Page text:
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Notorious smuggler Sister Ping mourned in Chinatown

Government investigators said Cheng Chui Ping, aka Sister

Government investigators said Cheng Chui Ping, aka Sister Ping, and her husband portrayed themselves as clothing shop owners, but their main business was smuggling Chinese immigrants into the United States.

A procession of 80 cars and two buses -- something not seen in a Chinatown funeral since the 1994 death of tong boss Benny Ong -- took Sister Ping, one of the city's most notorious human smugglers, to her grave in upstate New York yesterday.

Ping, whose full name was Cheng Chui Ping, died last month at the age of 65 in a federal prison hospital in Texas. Imprisoned since her June 2005 conviction on hostage taking in connection with immigrant smuggling, conspiracy and other charges, Ping died of pancreatic cancer while serving a 35-year sentence.

Her wake and funeral at the Boe Fook Funeral Home on Canal Street in Manhattan attracted hundreds of mourners, as well as the curious. After a viewing and Buddhist prayer service on Thursday night, Ping's body was taken Friday to Kensico Cemetery in Valhalla.

In Chinatown, Ping was a legendary figure and something of a paradox. Though never convicted of involvement in the June 1993 voyage of the smuggling ship Golden Venture, which ran aground off Queens killing at least six Chinese immigrants, investigators said she was behind the syndicate that put the operation together. Despite such notoriety, many Chinese from Fujian province considered her a hero because she helped immigrants surreptitiously enter the United States from her currency business on East Broadway.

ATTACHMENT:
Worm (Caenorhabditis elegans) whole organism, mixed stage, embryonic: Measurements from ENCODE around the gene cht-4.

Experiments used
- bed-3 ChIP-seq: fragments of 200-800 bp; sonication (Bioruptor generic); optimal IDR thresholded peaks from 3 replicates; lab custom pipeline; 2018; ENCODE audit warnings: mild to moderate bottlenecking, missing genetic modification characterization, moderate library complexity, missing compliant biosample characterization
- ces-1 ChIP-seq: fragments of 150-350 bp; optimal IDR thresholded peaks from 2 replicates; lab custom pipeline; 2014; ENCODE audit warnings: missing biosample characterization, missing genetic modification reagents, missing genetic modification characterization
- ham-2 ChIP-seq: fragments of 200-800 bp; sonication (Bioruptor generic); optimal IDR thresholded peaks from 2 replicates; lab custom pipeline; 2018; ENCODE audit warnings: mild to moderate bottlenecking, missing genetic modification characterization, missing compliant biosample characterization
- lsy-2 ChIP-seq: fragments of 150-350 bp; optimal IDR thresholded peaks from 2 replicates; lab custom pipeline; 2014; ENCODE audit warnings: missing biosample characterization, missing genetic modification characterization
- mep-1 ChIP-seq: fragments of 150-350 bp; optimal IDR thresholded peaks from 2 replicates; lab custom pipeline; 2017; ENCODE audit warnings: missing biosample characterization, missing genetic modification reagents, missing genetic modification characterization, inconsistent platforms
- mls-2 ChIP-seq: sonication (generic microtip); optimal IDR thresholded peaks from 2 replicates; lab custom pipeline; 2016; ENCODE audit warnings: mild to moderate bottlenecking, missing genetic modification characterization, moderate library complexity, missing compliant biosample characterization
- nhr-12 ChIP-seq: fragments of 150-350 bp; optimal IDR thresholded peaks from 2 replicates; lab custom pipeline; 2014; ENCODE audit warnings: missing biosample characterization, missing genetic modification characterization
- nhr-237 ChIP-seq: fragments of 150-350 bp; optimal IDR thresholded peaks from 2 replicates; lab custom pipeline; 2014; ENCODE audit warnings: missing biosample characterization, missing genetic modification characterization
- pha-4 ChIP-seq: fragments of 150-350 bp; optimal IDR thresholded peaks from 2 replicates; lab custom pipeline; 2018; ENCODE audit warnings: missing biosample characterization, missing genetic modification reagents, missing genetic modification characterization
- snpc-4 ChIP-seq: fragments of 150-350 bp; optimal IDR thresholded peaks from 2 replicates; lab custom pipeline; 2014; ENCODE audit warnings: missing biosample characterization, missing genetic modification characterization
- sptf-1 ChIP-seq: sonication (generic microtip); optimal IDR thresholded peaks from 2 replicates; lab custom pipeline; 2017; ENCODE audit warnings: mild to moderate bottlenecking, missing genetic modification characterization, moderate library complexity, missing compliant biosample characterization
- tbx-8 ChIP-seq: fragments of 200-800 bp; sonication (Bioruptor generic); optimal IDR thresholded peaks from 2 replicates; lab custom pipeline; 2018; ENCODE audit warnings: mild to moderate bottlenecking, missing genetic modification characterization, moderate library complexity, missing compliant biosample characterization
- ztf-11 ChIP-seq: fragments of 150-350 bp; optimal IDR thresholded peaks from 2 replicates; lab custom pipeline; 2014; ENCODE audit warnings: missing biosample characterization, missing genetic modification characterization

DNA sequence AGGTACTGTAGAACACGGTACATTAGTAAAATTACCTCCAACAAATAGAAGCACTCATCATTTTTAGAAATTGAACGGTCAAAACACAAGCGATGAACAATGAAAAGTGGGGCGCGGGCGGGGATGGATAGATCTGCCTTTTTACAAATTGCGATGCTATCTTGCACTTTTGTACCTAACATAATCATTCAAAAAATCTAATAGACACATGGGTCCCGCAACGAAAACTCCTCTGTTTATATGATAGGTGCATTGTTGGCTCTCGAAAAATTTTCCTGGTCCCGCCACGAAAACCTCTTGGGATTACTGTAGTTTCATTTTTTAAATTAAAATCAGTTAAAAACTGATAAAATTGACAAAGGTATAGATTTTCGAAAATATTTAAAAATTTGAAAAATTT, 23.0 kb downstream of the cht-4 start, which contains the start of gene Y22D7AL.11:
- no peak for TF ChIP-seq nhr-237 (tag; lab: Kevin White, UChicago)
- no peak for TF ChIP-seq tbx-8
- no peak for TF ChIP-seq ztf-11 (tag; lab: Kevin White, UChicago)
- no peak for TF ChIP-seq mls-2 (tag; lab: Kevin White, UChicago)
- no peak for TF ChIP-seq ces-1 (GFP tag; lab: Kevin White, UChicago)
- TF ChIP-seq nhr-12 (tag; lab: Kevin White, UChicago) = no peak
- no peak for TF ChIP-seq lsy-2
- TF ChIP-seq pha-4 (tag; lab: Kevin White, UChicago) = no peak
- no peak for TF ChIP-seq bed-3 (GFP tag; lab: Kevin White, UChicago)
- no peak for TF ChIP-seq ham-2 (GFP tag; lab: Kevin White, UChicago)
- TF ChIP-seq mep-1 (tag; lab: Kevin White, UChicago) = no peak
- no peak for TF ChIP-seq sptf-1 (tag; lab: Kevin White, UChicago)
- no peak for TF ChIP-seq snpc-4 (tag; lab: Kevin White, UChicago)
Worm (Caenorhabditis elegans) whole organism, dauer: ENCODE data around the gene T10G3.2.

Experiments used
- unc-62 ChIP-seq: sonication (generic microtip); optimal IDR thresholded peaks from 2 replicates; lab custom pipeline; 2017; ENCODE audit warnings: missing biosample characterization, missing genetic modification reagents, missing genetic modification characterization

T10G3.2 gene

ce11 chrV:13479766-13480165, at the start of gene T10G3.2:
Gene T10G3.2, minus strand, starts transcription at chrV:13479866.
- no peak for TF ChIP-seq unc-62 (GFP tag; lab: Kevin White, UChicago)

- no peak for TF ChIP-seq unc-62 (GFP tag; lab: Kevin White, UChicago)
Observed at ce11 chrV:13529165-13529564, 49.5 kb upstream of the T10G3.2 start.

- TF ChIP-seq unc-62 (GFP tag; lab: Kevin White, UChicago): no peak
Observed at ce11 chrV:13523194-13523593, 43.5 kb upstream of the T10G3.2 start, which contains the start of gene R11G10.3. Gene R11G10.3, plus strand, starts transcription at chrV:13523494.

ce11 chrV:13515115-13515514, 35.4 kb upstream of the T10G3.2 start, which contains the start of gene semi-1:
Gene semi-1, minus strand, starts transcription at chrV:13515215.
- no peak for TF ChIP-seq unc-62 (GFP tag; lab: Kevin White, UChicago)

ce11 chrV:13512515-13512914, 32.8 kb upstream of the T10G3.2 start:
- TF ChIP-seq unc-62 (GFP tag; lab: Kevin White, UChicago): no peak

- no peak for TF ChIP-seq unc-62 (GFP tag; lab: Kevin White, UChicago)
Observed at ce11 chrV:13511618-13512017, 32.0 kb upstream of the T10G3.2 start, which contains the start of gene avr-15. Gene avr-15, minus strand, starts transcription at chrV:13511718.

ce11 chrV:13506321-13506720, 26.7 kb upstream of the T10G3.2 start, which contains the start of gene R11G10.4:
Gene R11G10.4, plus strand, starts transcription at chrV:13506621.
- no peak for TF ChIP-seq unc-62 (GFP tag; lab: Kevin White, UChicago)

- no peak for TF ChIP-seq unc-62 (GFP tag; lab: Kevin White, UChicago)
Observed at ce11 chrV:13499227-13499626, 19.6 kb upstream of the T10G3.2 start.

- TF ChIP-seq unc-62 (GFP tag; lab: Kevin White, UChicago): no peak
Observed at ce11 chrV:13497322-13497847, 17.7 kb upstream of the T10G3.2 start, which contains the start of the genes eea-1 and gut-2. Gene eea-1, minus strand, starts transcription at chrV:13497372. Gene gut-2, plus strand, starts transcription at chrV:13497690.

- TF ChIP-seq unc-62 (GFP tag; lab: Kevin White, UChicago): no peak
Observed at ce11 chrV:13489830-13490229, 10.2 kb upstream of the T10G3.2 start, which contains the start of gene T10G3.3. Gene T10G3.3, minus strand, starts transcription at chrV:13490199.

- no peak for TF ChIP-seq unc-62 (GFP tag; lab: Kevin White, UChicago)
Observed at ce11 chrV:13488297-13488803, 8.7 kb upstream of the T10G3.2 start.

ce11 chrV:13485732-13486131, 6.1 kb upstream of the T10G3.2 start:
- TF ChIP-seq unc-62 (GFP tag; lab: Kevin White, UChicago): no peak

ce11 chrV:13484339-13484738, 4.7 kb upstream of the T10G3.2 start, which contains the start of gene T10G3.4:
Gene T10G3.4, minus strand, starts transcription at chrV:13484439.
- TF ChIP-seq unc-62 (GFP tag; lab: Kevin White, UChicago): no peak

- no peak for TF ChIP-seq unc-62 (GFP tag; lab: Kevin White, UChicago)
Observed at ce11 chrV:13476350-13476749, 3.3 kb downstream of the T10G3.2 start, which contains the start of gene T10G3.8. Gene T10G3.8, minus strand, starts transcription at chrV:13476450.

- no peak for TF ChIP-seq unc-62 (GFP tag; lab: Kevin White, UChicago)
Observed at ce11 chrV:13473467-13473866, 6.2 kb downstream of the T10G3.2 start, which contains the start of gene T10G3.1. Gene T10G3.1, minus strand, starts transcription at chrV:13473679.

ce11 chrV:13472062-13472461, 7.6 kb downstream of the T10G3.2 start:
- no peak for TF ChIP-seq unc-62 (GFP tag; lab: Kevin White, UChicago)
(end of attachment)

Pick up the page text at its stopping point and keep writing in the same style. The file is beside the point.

"A lot of people respected her," said Kenneth Cheng, advisory chairman of the Fukien Benevolent Association of America. She would donate money to people who needed assistance, he said. "That is why people really respected her and appreciated her."

After the October slayings of a Chinese mother and her four children in Brooklyn, Ping donated through intermediaries about $3,000 to help the family, Cheng said.

But Edward Chiu, head of the Lin Sing Association, said though many viewed Ping as a "Robin Hood" figure, they seemed to forget she was in some ways responsible for the death of many immigrants who were smuggled into America, and thus a criminal under the nation's laws.

After Ping's procession left the funeral home, workers swept up a litter of flowers dropped by mourners.

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